WOLSELEY, Sask. — Some people in a small Saskatchewan community say they are disgusted and disappointed after a beaver was beaten to death with a chair.
Residents say surveillance video from a bakery in Wolseley showed four men leaving a bar on Friday and going after the rodent.
Resident Joselyn Linnell says the beaver had been hanging out around the village for about a year.
Linnell says the animal appears to have hissed at the men before it was killed.
She says it's sad to think there are people in Wolseley who would do that sort of thing.
According to residents of Wolseley, Sask., a beaver beaten to death Friday had been hanging around the village for about a year. (Photo: Getty Images)
RCMP say they are looking into a report that came in Saturday morning, but there's no active investigation.
There's no word on whether a dead or injured beaver was found.
Animal Protection Services says anyone found guilty of inhumanely killing an animal faces a maximum penalty of 18 months in jail and/or a fine of up to $25,000.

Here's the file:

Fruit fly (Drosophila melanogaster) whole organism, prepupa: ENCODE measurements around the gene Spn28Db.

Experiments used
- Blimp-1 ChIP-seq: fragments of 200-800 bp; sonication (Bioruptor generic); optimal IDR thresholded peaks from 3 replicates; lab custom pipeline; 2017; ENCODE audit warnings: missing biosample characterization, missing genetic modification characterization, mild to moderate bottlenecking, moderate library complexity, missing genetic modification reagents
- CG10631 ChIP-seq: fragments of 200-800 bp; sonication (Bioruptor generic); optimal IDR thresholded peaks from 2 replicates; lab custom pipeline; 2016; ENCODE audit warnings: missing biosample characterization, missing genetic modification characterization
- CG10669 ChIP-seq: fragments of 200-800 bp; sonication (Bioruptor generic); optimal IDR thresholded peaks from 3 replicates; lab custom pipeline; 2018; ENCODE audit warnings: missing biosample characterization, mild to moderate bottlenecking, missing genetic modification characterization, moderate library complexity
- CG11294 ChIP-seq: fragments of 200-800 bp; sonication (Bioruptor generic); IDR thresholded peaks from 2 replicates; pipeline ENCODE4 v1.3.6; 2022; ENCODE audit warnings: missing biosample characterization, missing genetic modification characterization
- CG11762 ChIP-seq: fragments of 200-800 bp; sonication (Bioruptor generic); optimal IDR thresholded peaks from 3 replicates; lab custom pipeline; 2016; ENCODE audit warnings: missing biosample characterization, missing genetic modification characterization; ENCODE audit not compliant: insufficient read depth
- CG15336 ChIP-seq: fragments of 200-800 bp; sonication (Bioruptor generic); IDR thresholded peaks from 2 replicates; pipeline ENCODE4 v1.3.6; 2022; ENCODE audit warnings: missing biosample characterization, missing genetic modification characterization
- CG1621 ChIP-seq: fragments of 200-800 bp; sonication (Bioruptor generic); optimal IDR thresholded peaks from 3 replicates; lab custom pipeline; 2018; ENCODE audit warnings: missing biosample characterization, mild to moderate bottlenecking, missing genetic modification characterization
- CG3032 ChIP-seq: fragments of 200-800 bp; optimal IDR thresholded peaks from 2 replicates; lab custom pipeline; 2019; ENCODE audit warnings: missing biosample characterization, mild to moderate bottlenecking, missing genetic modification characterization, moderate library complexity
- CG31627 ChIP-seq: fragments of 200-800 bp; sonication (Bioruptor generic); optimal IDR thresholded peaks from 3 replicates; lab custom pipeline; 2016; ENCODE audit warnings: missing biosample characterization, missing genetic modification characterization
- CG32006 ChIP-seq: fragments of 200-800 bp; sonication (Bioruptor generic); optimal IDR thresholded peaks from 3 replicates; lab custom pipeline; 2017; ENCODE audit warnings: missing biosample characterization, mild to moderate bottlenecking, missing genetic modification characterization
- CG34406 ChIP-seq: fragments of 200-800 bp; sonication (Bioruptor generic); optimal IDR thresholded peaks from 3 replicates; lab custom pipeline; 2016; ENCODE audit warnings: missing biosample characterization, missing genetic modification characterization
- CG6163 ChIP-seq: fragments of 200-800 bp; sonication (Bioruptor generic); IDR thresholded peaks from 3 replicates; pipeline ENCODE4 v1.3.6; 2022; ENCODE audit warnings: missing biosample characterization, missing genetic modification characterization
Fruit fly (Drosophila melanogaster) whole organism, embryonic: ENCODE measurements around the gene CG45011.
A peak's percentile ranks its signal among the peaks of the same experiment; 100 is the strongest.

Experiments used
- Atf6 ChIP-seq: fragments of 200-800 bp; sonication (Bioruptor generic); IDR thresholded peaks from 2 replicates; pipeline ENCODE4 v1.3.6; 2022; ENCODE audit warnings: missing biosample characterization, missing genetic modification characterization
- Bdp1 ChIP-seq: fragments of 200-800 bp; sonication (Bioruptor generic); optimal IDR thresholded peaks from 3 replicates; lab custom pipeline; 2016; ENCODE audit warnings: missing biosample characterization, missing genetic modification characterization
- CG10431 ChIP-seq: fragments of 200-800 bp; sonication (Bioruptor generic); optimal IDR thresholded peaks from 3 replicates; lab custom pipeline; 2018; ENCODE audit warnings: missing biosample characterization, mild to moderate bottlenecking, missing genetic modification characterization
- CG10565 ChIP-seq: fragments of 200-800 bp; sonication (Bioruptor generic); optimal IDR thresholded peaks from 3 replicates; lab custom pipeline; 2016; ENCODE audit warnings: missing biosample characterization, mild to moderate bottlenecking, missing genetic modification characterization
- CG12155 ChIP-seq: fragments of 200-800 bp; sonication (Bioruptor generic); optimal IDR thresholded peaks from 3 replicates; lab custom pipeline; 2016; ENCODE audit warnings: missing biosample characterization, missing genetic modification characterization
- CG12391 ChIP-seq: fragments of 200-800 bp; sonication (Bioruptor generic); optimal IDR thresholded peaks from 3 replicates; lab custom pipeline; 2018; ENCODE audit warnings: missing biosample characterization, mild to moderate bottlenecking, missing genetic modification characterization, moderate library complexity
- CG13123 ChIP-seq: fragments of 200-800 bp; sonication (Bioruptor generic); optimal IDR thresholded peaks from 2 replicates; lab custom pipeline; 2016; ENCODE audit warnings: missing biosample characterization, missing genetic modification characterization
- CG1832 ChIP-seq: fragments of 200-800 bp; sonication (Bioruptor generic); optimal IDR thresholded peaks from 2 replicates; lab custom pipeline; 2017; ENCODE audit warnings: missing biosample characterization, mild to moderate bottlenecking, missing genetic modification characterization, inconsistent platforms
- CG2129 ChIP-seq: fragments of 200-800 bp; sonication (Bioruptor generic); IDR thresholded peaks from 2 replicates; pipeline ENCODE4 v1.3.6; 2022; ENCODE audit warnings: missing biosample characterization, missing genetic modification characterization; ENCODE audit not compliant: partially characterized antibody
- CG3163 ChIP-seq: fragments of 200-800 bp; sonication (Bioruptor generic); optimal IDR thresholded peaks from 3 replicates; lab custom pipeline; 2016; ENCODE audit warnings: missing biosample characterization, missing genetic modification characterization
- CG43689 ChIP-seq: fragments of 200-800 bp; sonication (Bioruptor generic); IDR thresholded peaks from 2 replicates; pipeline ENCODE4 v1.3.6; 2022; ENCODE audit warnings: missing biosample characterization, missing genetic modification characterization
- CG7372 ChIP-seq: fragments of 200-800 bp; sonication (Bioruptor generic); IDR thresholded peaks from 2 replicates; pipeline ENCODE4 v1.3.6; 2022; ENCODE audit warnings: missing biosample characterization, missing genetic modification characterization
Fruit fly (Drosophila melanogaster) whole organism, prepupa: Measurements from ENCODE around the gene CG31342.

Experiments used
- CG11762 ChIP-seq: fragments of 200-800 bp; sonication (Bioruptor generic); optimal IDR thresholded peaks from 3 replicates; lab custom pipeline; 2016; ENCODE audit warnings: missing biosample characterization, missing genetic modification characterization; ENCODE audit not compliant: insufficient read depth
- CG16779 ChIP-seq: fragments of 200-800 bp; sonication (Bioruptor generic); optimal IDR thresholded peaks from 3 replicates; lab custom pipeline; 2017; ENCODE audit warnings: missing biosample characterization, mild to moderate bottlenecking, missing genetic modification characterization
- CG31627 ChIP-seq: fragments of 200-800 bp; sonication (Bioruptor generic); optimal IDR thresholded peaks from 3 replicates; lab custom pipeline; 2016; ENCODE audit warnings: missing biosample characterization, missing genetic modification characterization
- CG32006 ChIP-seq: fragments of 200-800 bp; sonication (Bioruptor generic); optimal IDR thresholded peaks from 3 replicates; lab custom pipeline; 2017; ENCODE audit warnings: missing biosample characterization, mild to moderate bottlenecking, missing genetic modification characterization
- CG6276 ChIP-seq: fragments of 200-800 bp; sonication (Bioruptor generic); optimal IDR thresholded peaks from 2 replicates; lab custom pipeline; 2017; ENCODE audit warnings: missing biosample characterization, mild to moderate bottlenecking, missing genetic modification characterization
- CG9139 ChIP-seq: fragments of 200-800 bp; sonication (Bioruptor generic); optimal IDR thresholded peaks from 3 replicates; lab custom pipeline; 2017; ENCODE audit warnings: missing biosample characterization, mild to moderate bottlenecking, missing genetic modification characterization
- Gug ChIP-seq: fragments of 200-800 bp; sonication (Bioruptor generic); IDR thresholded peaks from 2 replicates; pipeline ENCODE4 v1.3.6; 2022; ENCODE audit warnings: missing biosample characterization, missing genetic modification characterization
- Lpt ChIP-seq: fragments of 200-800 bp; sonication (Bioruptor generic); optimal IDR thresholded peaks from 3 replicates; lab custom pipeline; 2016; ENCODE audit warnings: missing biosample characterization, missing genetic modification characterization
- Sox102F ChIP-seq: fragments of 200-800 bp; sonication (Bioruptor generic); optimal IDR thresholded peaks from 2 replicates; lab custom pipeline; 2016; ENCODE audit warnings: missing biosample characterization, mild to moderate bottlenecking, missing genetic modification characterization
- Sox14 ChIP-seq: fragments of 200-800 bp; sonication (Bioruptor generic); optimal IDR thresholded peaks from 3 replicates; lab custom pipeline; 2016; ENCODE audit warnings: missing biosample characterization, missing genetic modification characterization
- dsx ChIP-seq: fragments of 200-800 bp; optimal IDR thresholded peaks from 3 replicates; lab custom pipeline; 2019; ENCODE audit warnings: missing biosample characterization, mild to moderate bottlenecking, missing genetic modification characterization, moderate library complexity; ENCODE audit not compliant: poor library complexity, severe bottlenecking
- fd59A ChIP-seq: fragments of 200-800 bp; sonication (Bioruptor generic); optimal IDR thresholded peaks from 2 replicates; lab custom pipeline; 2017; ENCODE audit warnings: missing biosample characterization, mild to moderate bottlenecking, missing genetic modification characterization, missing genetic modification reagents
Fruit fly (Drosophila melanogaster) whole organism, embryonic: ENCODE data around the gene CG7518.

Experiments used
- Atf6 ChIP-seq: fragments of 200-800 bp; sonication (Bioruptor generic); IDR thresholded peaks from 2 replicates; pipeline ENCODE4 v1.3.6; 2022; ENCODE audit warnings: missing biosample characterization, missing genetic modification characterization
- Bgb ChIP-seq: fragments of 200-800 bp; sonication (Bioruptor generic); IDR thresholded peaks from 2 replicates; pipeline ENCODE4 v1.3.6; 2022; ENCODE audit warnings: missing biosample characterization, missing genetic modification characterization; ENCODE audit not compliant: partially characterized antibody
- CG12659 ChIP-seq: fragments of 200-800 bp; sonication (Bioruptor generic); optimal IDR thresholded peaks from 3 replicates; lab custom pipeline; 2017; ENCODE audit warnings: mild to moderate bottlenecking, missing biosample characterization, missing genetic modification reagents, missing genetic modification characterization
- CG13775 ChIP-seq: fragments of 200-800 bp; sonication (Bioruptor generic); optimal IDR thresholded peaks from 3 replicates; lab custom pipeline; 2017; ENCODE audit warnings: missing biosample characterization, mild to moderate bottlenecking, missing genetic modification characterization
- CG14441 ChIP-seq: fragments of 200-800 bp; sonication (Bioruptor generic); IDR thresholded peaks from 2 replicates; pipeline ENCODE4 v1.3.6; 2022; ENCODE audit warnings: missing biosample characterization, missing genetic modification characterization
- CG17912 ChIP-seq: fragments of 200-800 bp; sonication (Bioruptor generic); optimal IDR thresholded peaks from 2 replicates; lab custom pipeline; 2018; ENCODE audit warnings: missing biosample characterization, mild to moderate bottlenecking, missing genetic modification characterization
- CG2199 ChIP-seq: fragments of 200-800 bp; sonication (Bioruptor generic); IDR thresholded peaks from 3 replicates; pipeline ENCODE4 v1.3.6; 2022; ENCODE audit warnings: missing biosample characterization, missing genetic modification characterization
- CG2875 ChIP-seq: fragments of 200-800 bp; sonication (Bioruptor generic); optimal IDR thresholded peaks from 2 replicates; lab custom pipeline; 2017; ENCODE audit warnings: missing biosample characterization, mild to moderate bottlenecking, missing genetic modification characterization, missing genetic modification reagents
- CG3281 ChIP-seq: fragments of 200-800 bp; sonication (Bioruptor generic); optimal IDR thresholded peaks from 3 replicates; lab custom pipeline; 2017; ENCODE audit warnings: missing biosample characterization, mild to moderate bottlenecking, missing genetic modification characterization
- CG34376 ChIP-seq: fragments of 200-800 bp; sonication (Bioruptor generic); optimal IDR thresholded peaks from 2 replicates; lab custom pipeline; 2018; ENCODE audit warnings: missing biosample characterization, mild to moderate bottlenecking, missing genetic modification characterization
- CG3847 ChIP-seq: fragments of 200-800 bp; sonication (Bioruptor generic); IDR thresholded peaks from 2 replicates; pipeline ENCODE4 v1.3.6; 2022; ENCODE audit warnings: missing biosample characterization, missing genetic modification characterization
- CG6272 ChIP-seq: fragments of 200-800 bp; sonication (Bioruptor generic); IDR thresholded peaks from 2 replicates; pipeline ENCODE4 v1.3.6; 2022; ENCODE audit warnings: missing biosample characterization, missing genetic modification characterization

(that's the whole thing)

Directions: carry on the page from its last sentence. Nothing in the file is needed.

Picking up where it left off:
"Very ashamed. This is a good town with good people in it,'' said another resident, Candice Malo. "Doing that to an animal is disgusting.''
Linnell said the beaver was considered to be "a friendly guy.''
"Very ashamed. This is a good town with good people in it." — Wolseley resident Candice Malo
"We have beavers in town because we have a lake and a dam,'' she said. "They are here naturally.''
The Association for the Protection of Fur-Bearing Animals has written a letter to Saskatchewan Premier Brad Wall asking him to come out strongly against what happened.
"Although your government would never condone such actions, we fear that attitudes leading toward such behaviour (are) endorsed by policy,'' the letter says.
"Promotion of ongoing beaver culls, and a lack of humane education or compassionate planning options have, even if subconsciously to the public, encouraged the idea that beavers are disposable pests or commodities.''
Group offering reward for information
The national organization says it will offer a reward to anyone who can help identify the culprits and is willing to work with the province to develop educational material about beavers.
Linnell said the community is divided over the beaver's death, but she felt strongly about speaking out.
"I think you have to be pretty hardened to ... not feel that this was unjustly done.''
Wolesley is about 100 kilometres east of Regina.